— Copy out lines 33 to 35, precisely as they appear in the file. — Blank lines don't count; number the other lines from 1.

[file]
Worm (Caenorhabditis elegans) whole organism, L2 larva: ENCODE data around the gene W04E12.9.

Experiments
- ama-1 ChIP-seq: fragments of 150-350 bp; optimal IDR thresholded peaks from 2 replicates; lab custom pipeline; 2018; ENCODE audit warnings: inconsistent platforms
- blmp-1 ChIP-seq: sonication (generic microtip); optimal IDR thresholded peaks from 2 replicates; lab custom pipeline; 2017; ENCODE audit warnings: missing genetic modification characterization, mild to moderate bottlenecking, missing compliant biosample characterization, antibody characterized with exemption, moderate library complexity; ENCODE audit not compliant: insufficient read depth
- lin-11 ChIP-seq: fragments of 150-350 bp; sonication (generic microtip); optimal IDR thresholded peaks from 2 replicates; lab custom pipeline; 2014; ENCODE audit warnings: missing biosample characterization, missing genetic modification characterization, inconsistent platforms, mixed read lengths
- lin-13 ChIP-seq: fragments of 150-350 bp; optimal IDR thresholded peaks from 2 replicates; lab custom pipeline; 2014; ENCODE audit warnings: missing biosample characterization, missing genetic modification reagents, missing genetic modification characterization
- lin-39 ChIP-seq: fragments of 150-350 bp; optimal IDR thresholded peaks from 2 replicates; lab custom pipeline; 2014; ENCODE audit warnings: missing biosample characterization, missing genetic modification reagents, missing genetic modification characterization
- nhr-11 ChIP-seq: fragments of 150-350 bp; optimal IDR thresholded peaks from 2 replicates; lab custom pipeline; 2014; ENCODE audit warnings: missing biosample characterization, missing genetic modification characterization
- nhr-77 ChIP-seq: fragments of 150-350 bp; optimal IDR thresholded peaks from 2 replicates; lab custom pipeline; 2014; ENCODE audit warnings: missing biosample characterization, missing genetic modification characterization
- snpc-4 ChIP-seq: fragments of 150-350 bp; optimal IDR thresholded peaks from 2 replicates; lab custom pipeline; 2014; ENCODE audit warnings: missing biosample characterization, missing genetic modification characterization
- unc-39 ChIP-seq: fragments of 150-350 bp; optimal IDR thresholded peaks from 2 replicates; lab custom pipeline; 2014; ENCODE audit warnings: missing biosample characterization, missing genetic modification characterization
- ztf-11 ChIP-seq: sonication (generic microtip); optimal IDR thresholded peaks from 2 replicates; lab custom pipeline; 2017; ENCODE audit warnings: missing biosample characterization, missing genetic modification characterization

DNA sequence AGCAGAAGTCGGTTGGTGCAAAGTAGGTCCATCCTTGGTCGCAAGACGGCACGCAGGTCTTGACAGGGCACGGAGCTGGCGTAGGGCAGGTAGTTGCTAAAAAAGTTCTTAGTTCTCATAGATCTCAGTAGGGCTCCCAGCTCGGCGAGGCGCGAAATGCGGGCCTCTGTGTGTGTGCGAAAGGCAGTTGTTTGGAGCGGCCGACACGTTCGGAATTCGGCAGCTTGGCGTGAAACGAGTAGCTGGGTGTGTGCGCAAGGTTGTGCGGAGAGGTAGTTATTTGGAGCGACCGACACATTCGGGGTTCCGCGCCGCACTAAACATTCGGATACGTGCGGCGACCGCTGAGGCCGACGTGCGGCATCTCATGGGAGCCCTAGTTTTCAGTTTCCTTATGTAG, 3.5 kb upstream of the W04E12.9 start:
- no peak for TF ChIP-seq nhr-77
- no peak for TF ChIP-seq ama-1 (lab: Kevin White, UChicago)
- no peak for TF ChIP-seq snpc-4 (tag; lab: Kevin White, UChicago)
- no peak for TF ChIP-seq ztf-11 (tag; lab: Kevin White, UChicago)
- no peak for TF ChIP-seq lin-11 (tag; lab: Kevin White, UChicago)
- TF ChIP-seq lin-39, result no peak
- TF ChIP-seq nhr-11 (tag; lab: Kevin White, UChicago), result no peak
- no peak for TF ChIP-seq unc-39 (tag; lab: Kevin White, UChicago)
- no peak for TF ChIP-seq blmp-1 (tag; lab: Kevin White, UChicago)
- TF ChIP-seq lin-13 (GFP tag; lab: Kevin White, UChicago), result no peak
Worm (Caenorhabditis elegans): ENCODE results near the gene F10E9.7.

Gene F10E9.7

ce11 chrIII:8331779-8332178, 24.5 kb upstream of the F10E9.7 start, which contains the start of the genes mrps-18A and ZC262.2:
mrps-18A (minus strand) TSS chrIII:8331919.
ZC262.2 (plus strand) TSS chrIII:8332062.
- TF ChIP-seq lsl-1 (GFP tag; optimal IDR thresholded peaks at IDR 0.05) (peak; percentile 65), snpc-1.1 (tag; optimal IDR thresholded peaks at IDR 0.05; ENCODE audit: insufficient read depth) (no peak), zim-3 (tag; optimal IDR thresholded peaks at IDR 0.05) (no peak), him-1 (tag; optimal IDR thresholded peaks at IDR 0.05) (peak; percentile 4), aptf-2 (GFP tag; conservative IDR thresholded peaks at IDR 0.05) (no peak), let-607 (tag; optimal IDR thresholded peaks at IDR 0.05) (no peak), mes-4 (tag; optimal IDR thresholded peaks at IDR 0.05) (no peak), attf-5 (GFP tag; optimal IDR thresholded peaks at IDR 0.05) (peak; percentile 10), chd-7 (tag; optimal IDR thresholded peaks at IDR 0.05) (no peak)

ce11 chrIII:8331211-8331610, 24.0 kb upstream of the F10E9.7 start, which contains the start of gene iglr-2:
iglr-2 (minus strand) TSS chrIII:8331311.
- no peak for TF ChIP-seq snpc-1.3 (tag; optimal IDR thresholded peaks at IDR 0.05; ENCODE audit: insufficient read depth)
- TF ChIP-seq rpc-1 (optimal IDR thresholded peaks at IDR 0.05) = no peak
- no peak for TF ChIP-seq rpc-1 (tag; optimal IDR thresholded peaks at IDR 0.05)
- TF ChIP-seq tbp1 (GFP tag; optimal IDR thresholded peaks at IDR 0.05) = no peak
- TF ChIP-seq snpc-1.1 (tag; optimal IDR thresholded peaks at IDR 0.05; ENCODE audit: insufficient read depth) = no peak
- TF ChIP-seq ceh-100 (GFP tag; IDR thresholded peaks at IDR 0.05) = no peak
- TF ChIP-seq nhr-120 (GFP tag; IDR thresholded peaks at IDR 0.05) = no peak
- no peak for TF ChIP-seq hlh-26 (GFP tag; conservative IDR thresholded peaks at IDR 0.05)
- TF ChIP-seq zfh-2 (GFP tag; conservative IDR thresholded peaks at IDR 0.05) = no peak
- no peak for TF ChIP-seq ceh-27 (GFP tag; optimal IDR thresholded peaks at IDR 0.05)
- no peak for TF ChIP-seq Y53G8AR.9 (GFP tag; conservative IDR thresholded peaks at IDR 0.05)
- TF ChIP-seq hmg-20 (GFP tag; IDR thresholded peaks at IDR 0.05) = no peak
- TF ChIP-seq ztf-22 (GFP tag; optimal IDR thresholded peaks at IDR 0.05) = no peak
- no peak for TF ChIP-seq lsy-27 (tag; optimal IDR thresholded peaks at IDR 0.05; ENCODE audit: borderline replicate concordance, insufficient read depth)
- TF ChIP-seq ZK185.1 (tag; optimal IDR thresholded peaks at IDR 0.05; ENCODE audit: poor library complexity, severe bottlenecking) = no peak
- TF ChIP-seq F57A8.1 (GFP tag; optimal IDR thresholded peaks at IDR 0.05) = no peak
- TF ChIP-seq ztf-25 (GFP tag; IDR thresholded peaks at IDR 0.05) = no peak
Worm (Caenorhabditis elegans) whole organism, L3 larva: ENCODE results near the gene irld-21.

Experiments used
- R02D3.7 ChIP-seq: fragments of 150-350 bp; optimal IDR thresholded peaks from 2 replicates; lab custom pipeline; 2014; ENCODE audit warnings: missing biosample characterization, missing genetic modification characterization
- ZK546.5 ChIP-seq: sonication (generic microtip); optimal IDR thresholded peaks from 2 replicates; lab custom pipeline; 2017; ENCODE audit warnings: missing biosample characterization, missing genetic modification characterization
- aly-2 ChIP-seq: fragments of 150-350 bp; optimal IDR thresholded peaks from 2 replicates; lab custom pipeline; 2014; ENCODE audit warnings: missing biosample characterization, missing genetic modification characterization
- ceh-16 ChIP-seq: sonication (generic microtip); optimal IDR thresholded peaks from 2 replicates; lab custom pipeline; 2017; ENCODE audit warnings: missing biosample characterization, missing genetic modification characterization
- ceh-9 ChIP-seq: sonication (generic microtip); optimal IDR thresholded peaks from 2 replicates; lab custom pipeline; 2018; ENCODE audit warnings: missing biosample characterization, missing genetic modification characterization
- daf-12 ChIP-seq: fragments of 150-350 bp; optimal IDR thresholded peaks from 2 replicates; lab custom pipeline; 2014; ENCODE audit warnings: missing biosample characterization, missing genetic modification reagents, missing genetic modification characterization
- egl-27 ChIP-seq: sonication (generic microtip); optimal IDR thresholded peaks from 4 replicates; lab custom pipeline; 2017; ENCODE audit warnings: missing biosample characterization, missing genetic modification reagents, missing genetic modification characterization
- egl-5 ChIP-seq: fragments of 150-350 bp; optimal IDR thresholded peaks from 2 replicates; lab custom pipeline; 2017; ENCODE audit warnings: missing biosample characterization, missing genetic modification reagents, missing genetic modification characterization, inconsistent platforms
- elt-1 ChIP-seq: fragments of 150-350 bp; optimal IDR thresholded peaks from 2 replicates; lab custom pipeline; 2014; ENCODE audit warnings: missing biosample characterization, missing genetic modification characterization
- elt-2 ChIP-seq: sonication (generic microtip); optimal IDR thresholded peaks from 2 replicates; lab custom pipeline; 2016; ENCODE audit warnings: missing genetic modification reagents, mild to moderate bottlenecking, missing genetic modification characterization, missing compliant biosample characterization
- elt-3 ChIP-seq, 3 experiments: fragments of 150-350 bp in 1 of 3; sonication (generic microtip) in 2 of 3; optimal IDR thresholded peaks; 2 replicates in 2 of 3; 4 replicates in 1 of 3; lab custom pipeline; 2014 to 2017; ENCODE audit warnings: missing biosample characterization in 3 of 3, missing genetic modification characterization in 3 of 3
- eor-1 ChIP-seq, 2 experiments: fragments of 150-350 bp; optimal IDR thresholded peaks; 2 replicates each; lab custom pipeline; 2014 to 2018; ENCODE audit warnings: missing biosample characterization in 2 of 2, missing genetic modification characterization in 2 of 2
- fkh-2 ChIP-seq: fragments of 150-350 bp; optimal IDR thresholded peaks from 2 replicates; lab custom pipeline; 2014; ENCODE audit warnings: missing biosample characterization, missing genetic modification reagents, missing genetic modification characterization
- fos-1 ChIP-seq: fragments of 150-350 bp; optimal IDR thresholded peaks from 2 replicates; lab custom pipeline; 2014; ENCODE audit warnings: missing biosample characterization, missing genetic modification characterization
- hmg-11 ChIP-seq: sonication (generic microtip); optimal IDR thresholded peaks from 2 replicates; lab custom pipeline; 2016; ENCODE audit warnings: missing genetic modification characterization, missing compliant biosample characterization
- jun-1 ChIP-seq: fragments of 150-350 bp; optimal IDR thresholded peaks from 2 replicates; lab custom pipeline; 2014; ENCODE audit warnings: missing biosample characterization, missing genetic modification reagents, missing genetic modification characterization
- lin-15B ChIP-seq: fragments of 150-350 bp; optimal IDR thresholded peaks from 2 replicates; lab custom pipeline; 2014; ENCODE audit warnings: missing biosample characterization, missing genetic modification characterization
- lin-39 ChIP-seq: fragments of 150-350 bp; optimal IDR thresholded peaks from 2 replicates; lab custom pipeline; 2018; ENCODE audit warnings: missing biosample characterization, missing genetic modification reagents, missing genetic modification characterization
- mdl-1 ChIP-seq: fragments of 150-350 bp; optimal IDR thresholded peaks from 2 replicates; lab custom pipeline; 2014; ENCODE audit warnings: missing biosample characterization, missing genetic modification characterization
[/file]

- TF ChIP-seq rpc-1 (optimal IDR thresholded peaks at IDR 0.05) = no peak
- no peak for TF ChIP-seq rpc-1 (tag; optimal IDR thresholded peaks at IDR 0.05)
- TF ChIP-seq tbp1 (GFP tag; optimal IDR thresholded peaks at IDR 0.05) = no peak